That final episode looked at how Lightfoot was doing after taking office, and criticism of her by dissatisfied constituents.

A protest in Chicago from 'City So Real'

Police and protesters in Chicago
National Geographic/Chicago Story Film, LLC

“Episode 5, we come in on a situation where she’s really starting to get pushback from people, particularly the progressive community, over some of her positions, and that’s the reality of the job. And so, I have no idea why I didn’t hear another peep out of her, but it could be that she decided she didn’t really want a beer with me after all,” James muses. “But I think in terms of how she’s doing, I have great empathy for what she’s up against. This is a hard-ass city to be a mayor of, and there’s so many issues that have not been dealt with over the years that she has to deal with. And then heaped on top of that is the pandemic, and [protests surrounding] George Floyd, and everything connected to that.”

James has become as closely identified with Chicago as late radio personality Irv Kupcinet, or late Chicago Sun-Times and Chicago Tribune columnist Mike Royko. But he’s not from the city originally. He grew up in Virginia, and arrived in Illinois after following his then girlfriend and now wife Judy to Southern Illinois University in Carbondale. He studied film at SIU.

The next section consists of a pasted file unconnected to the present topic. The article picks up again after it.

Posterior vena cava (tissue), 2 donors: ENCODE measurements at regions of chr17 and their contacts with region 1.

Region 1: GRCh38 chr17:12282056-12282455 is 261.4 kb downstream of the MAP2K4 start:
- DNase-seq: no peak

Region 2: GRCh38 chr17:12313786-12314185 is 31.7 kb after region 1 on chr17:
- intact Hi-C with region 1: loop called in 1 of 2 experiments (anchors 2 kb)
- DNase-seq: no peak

“We moved up here [to Chicago], and I started Hoop Dreams, and then just never left, and fell in love with the city, and continued to make films here, and elsewhere, but a lot of stuff here,” James says. “Not in any way to equate myself at all, but one of the things I learned on doing Life Itself on Roger Ebert, was that Studs Terkel wasn’t born in Chicago, and if you say, ‘Who’s the quintessential Chicago journalist?’ people will say, ‘Studs Terkel.’ And I don’t think Nelson Algren was born in Chicago. So there are these iconic figures of Chicago’s literature and journalistic world, people that are identified as true-blue Chicagoans, who were not born here. So I take some comfort in that.”

Be First to Comment

Leave a Reply

Your email address will not be published.